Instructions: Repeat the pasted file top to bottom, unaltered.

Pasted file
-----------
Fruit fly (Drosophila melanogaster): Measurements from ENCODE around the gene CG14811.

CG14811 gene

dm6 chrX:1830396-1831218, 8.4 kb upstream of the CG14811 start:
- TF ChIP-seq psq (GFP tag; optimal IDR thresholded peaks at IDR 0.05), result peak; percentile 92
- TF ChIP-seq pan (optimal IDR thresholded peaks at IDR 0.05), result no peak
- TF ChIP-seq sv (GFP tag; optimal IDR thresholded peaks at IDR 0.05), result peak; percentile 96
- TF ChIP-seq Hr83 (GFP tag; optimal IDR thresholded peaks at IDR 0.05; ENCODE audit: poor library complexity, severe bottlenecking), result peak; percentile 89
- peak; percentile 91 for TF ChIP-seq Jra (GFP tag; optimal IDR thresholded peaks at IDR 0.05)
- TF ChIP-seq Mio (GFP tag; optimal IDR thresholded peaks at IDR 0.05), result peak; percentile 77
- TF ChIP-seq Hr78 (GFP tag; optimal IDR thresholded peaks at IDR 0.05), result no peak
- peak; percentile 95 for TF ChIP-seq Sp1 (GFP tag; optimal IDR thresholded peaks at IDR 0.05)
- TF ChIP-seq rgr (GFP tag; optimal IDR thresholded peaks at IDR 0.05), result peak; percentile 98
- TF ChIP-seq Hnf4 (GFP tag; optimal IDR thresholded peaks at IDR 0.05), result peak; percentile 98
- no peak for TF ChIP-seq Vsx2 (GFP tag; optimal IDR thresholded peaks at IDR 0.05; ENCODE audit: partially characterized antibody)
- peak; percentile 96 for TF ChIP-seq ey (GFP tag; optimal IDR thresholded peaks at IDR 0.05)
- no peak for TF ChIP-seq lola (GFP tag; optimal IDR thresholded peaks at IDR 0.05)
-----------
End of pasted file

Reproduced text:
Fruit fly (Drosophila melanogaster): Measurements from ENCODE around the gene CG14811.

CG14811 gene

dm6 chrX:1830396-1831218, 8.4 kb upstream of the CG14811 start:
- TF ChIP-seq psq (GFP tag; optimal IDR thresholded peaks at IDR 0.05), result peak; percentile 92
- TF ChIP-seq pan (optimal IDR thresholded peaks at IDR 0.05), result no peak
- TF ChIP-seq sv (GFP tag; optimal IDR thresholded peaks at IDR 0.05), result peak; percentile 96
- TF ChIP-seq Hr83 (GFP tag; optimal IDR thresholded peaks at IDR 0.05; ENCODE audit: poor library complexity, severe bottlenecking), result peak; percentile 89
- peak; percentile 91 for TF ChIP-seq Jra (GFP tag; optimal IDR thresholded peaks at IDR 0.05)
- TF ChIP-seq Mio (GFP tag; optimal IDR thresholded peaks at IDR 0.05), result peak; percentile 77
- TF ChIP-seq Hr78 (GFP tag; optimal IDR thresholded peaks at IDR 0.05), result no peak
- peak; percentile 95 for TF ChIP-seq Sp1 (GFP tag; optimal IDR thresholded peaks at IDR 0.05)
- TF ChIP-seq rgr (GFP tag; optimal IDR thresholded peaks at IDR 0.05), result peak; percentile 98
- TF ChIP-seq Hnf4 (GFP tag; optimal IDR thresholded peaks at IDR 0.05), result peak; percentile 98
- no peak for TF ChIP-seq Vsx2 (GFP tag; optimal IDR thresholded peaks at IDR 0.05; ENCODE audit: partially characterized antibody)
- peak; percentile 96 for TF ChIP-seq ey (GFP tag; optimal IDR thresholded peaks at IDR 0.05)
- no peak for TF ChIP-seq lola (GFP tag; optimal IDR thresholded peaks at IDR 0.05)